Report: Charter schools provide stronger support for Hispanic students
LA School Report | October 10, 2016
Your donation will help us produce journalism like this. Please give today.
A new report shows that growing numbers of the 12 million Hispanic children in American public schools are turning to charter schools, where they tend to reach higher levels of achievement than at traditional district schools.
“While district public schools still continue to serve the majority of Hispanic students, an increasing number of Hispanic families are choosing to enroll in charter public schools,” the report from the National Alliance for Public Charter Schools reads, “as new charter schools continue to open their doors in neighborhoods with concentrated Hispanic populations, they are also investing in the future of the Hispanic community.”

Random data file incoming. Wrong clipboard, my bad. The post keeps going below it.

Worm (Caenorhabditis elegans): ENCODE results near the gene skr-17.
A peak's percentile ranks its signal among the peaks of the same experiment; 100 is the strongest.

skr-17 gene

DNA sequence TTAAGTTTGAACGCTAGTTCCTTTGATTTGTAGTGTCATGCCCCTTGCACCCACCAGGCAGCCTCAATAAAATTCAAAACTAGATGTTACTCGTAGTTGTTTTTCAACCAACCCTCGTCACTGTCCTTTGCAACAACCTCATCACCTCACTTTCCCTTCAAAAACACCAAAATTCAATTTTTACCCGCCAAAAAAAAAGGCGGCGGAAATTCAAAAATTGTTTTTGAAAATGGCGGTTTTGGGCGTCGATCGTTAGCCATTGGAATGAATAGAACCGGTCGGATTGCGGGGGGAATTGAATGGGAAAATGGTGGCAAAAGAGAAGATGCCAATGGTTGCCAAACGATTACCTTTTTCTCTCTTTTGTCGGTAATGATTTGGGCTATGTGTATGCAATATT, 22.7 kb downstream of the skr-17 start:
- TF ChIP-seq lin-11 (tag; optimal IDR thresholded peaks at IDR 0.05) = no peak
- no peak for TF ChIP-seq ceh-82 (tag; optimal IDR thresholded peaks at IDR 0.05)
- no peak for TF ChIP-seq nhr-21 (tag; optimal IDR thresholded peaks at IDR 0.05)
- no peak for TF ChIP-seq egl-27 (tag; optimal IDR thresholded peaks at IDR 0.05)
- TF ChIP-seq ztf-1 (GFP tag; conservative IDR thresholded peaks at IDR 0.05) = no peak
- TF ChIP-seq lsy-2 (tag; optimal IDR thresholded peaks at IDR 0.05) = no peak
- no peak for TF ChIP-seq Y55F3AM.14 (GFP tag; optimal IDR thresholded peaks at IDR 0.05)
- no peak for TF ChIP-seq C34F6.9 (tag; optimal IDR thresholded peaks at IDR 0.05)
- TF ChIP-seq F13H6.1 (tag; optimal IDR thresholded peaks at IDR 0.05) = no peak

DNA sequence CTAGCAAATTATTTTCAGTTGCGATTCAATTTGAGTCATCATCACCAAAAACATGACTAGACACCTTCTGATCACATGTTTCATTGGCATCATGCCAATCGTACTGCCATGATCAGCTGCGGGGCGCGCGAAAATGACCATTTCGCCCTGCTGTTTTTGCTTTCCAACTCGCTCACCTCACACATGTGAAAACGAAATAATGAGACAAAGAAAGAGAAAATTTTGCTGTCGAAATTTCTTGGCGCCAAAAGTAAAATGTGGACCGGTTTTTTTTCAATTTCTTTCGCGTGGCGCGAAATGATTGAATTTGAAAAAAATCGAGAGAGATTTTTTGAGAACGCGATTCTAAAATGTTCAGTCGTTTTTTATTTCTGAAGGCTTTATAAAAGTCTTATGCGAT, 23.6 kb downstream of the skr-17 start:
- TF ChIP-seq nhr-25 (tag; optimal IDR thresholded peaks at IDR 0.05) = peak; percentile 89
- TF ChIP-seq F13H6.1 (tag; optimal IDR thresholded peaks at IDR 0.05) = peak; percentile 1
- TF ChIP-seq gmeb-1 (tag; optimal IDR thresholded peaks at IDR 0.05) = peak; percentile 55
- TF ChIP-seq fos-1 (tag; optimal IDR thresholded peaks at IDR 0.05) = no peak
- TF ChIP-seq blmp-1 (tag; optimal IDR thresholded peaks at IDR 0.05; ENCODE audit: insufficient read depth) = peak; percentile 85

Hispanic students make up approximately 30 percent of charter school enrollment and 25 percent of the total student body of traditional public schools. (LA Unified is 74 percent Latino.)
The study found that charter students get more instructional time than traditional counterparts. Charter students have additional learning equivalent to 22 extra days of math and six extra days of reading instruction as compared to peers in traditional schools, the report said. For Hispanic students living in poverty, this number jumps to an extra 48 days in math and 25 extra days of reading.
Read the full article from Watchdog.org.